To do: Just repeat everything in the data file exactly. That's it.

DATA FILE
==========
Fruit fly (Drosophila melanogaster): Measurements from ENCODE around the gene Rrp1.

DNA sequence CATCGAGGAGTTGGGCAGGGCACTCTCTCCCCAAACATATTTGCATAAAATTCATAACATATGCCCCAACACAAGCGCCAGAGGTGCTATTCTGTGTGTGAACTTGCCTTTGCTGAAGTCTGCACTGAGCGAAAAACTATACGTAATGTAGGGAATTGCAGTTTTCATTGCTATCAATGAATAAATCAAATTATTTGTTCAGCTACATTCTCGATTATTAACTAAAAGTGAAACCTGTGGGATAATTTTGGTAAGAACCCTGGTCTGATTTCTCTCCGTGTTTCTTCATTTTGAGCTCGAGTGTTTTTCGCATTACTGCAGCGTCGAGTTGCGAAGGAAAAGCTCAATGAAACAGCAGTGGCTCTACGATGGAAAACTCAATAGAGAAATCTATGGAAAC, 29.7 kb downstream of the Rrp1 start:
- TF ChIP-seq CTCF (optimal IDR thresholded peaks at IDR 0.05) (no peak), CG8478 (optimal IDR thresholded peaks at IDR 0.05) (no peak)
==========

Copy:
Fruit fly (Drosophila melanogaster): Measurements from ENCODE around the gene Rrp1.

DNA sequence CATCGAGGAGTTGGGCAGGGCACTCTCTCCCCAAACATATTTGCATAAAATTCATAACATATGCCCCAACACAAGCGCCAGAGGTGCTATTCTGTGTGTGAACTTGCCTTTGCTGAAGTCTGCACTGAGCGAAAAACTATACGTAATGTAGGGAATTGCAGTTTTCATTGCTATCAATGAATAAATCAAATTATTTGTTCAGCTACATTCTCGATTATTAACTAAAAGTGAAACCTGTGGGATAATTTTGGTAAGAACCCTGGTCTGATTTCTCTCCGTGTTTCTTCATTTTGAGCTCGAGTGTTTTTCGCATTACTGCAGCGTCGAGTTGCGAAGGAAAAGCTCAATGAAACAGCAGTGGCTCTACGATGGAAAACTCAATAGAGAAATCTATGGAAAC, 29.7 kb downstream of the Rrp1 start:
- TF ChIP-seq CTCF (optimal IDR thresholded peaks at IDR 0.05) (no peak), CG8478 (optimal IDR thresholded peaks at IDR 0.05) (no peak)